Johannesburg, Monday 8 August 2016 – South Africans will tomorrow Tuesday 9 August 2016 commemorate the 60th anniversary of the 1956 Women’s March.
History records this as one of the defining moments in South Africa’s struggle for liberation since women who had historically been the victims of their gender, their race and their class stood up to protest against the dehumanising pass laws.
On this occasion, which will forever be etched in the history of South Africa’s journey towards democracy, 20 000 women from across the country defied the triple oppression they endured to march to the Union Buildings, to call for an equitable society characterised by, amongst others, freedom of movement.
Since South Africa attained its freedom and democracy in 1994, women have made strides in taking their rightful places in society. The democratic government has from 1994, put the agenda of women and children, at the centre of its developmental programmes.
Most importantly, South Africa’s commitment to building a non-sexist society in which women have the right to be treated equally and access opportunities, is enshrined in South Africa’s highest law – the Constitution. Indeed, the Constitution commits all sectors of society to work towards achieving equality between women and men by eliminating racial, gender and all other forms of discrimination.
The Constitution also emphasises that measures must be taken to promote the achievement of equality in all spheres of society. The right to fair employment, basic education, and civic participation are now constitutional rights while further opportunities for employment, education, and training must be made available to women and girl children.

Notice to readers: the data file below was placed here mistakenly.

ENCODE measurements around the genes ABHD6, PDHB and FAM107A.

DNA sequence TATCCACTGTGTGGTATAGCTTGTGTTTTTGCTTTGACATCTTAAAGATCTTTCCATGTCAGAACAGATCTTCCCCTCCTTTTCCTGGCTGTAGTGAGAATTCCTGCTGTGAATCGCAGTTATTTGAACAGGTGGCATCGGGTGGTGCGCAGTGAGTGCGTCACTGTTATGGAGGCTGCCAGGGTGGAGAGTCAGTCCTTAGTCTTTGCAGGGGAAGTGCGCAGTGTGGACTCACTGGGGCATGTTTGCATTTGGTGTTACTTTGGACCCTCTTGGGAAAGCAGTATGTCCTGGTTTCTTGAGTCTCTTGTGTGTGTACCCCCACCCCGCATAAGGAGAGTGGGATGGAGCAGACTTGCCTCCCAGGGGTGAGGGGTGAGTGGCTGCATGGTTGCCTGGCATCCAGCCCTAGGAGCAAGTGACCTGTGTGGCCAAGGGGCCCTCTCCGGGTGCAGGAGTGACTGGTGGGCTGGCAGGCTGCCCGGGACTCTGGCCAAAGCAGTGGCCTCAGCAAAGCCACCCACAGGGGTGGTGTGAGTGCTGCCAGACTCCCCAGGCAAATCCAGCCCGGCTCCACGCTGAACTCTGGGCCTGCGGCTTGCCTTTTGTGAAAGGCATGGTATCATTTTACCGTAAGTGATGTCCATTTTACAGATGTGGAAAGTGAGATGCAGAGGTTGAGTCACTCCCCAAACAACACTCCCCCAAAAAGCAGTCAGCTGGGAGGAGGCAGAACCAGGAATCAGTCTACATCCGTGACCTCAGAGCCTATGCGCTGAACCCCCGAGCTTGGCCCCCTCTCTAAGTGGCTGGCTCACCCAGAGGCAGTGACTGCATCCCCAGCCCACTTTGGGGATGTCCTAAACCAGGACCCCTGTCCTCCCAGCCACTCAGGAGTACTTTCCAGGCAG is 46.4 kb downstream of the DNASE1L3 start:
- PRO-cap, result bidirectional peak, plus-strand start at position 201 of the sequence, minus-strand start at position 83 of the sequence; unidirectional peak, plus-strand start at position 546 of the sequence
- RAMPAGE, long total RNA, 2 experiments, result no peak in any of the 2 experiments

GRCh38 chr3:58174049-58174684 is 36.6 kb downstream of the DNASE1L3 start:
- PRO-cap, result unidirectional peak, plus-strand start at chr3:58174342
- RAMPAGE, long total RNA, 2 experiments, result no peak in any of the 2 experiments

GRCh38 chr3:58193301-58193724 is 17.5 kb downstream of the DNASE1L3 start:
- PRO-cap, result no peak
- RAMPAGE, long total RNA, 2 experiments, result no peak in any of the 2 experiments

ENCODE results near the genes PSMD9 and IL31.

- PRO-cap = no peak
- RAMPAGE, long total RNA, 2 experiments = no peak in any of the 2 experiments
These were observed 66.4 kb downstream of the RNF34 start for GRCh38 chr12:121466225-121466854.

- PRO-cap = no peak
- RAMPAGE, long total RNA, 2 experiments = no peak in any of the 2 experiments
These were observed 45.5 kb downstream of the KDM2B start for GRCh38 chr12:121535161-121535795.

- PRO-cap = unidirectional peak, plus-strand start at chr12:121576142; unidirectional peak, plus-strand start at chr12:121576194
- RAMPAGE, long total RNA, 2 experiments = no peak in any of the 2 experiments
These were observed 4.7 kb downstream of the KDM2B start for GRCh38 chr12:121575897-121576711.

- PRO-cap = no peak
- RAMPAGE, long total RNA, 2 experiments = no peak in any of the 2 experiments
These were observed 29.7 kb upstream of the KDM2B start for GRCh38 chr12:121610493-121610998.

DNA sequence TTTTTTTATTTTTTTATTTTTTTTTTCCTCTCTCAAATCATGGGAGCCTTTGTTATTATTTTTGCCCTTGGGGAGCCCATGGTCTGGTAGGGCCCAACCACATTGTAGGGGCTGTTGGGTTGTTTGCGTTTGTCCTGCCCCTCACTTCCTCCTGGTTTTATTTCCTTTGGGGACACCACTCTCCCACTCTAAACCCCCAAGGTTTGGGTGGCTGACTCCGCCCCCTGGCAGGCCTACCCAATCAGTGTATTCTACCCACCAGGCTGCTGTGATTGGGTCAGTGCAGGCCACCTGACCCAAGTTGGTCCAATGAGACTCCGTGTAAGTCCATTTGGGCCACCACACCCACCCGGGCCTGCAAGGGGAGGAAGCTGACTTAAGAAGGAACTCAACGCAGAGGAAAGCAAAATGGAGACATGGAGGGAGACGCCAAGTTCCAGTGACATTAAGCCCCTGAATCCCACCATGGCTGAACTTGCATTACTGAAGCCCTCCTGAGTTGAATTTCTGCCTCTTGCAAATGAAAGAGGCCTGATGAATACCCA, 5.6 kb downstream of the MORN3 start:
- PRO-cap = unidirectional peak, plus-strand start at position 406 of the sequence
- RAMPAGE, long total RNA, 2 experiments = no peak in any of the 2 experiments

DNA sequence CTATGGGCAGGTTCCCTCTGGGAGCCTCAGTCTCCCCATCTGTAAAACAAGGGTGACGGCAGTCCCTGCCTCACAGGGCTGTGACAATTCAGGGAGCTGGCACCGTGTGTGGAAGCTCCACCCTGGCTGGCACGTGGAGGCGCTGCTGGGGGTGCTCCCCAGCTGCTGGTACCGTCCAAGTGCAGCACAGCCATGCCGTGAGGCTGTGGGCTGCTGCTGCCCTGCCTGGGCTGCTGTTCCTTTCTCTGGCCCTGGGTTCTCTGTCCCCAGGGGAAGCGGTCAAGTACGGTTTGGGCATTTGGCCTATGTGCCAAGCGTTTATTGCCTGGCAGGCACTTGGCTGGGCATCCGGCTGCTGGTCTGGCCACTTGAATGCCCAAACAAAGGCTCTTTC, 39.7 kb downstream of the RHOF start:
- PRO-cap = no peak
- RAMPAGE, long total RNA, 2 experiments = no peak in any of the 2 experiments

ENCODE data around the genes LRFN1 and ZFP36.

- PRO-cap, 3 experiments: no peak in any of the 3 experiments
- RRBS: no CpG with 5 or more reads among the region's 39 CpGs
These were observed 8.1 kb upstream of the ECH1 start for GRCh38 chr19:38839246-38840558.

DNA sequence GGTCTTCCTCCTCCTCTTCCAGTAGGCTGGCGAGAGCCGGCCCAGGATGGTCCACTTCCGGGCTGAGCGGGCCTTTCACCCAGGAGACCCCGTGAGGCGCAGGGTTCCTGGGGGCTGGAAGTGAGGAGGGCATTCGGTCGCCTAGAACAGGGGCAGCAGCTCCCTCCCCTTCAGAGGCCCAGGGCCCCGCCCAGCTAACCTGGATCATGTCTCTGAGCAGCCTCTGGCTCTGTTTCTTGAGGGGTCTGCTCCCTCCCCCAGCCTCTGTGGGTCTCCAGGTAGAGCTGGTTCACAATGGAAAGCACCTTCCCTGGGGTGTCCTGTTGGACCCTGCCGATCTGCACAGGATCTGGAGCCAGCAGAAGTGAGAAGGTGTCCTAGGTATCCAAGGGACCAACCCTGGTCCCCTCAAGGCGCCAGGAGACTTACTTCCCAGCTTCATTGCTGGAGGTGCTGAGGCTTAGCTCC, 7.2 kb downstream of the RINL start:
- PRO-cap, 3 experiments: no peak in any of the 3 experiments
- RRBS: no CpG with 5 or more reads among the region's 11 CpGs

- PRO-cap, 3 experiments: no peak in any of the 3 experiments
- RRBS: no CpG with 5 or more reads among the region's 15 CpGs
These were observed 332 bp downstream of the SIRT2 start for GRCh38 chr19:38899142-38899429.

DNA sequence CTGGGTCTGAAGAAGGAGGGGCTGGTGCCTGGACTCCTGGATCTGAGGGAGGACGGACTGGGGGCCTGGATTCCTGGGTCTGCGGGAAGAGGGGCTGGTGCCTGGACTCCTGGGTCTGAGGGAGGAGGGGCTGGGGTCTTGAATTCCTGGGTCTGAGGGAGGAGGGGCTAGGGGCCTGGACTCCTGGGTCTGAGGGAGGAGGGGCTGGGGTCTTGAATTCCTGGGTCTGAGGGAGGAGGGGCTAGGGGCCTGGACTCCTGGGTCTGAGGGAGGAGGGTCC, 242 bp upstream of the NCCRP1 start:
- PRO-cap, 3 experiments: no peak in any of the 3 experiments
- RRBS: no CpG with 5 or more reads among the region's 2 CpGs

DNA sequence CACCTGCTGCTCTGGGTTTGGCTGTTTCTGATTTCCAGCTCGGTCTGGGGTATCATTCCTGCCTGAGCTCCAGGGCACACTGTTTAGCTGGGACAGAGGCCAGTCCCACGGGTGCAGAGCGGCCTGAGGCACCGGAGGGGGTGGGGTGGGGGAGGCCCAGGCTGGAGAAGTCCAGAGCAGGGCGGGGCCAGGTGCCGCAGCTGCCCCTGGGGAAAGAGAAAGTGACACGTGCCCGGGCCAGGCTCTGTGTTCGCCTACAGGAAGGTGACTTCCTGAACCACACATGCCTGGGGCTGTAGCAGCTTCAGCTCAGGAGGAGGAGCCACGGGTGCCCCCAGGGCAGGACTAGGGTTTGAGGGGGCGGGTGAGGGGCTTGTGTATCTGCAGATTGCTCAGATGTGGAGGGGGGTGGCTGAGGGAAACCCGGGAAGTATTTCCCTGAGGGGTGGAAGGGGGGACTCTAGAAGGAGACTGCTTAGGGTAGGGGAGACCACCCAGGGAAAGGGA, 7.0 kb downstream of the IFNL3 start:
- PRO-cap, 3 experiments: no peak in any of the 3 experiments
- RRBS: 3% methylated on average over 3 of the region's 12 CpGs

Brand South Africa’s CEO, Mr Kingsley Makhubela said: “As we commemorate National Women’s Month in August and Women’s Day on 9 August 2016, let us remember the brave women who strengthened South Africa’s fight for liberation and a society based on equality, non-sexism and non-racism. Their strength and perseverance has been pivotal to the mainstreaming of gender issues in contemporary South Africa.”
“Today our guiding framework to build an equitable country, the National Development Plan makes firm recommendations that the transformation of the economy should involve active participation and empowerment of women, and that the role of women as leaders in all sectors of society should be actively supported.”
“It is time that all South Africans and all sectors of society come together to bring this vision of an equitable society to life. It is time that women are empowered to transcend the barriers imposed by their gender, race and class. South Africa’s growth and development depends on each of us and we will never achieve the fullest extent of our national potential if more than 50% of our population remains marginalised. We must all play our part,” concluded Mr Makhubela.